Her name was Frances Louise. She was my maternal grandmother and I was her eldest grandchild. To me, she was one of those extra – special members of a family who leaves an indelible imprint on your heart and mind.
Therefore, in honor of Grandparents Day, Sunday, September 11, 2011, I am recalling the life of an amazing woman, a woman who happens to be my beloved grandmother.
Frances was born in the winter of 1902. Immediately following her birth, the physician said he did not expect the very tiny newborn to live very long. We have laughed at this physician’s comment many times. She lived to be 104 years old!
Let me tell you a little more about my grandmother. In the last years of her life she had beautiful thick white hair, and her skin had very few wrinkles for some one her age. Frances frequently had a twinkle in her blue-gray eyes that revealed an active and inquisitive mind. She often wore fire engine red because she said it offset the color of her hair so nicely.
Throughout her life, she traveled the world, volunteered for the women’s hospital auxiliary, played bridge and a modest game of golf twice a week, and drove her shiny gold Chevy Malibu sedan until she was ninety-five years old. When she was in her 90’s and still driving the car, she regularly went to her local library. She was a voracious reader – and read a wide assortment of books and magazines. She believed in staying intellectually stimulated.
She managed to outlive all of her friends and though she missed them, she was resolute with the idea that if you grow to be very old, you probably won’t have many friends left to pass the days with. But she was always comforted by her family. She loved spending time with her relatives. She had plenty to choose from. When she died she had nearly thirty direct blood ancestors.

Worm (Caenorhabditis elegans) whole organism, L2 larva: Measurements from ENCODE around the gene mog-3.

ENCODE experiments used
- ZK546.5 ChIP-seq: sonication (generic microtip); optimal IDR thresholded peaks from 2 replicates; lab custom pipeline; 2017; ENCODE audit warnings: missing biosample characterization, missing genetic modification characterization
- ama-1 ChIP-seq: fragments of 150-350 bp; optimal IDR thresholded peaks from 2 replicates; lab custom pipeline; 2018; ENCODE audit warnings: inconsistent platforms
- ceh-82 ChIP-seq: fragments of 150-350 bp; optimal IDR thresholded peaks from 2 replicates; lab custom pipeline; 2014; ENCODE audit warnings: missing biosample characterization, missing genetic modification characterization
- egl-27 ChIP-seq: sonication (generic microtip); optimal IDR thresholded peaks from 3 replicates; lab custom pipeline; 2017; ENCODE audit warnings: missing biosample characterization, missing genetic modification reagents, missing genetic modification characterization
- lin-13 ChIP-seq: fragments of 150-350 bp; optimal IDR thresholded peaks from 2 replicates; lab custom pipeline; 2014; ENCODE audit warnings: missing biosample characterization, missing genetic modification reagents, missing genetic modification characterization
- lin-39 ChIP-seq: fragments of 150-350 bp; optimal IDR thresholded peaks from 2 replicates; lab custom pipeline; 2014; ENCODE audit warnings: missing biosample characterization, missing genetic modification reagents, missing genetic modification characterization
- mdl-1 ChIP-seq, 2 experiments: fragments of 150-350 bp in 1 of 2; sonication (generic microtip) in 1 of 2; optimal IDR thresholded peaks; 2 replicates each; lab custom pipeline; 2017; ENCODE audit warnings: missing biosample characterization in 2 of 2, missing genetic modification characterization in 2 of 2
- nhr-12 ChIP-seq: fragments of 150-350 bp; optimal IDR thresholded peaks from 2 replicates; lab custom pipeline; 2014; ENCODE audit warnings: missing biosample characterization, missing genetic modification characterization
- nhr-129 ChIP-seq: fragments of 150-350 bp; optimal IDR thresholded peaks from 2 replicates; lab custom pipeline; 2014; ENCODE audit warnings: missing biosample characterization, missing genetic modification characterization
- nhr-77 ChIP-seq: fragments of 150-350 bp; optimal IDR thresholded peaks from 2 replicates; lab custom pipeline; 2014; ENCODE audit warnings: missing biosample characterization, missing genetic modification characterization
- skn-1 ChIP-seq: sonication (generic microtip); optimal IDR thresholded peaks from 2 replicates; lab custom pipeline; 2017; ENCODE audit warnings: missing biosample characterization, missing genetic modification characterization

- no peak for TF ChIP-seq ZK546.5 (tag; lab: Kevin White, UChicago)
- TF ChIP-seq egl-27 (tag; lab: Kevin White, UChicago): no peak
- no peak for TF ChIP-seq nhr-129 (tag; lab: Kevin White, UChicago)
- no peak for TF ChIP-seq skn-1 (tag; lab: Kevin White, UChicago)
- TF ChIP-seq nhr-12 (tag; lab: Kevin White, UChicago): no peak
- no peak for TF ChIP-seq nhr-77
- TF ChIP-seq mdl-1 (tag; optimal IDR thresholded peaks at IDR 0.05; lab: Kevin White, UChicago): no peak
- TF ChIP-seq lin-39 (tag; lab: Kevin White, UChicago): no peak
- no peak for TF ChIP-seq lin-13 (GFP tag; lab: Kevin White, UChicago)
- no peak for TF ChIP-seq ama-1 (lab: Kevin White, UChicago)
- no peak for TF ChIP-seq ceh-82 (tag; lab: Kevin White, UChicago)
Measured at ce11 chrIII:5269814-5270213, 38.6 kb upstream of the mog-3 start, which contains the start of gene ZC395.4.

My grandmother taught me many things about life. She was a generous person and contributed to a wide range of charities – everything from the Boys and Girls Club of America to the SPCA. She taught me the value of giving back to ones’ community. She taught me to be thrifty and not waste what I have. She taught me to slow down, stop, and smell the roses.
As a personal historian, it was a high priority for me to preserve her life stories. When my grandmother was ninety-seven years old, I began to record her memories on audiotape. The result? Fifteen hours of interviews. I cherish those tapes and the revealing and funny stories they contain. I thought I knew all of her stories, but she surprised me one day when she told me a hilarious story of how she came to lend one of her golf skirts to Delores Hope (Bob’s wife). The interview process can sometimes open up and reveal amazing stories.
Even though I have all of those tapes, I will always wish that I had preserved even more of my grandmother’s memories. Her vibrant recollections opened the world to me. I enjoyed learning history in school, but I loved learning history from my grandmother. She was a flapper in San Francisco in the 1920’s. In the 1940’s she was a woman burdened to meet the needs of her family in the midst World War II. In her life she watched the advent of the automobile, air travel and the onset of a technological revolution, and was an astute observer of the transformations in the world around her. She put a smile on my face one day when she candidly asked me: ‘Do you think I should buy a computer?’ She was in her nineties at the time and never wanted to be left behind!
I had her presence in my life for nearly six decades and gratefully remember many wonderful times spent together. I was not ready to say good-bye to her even when she passed out of my life at the age of 104. But are we ever ready to say good-bye to those we love deeply? I believe the answer is ‘no’.
What memories do you have of your grandparents? What lessons did they teach you?
On this Grandparents Day, write and tell us about the legacy your grandparents sowed inside of you. We’d love to hear from you!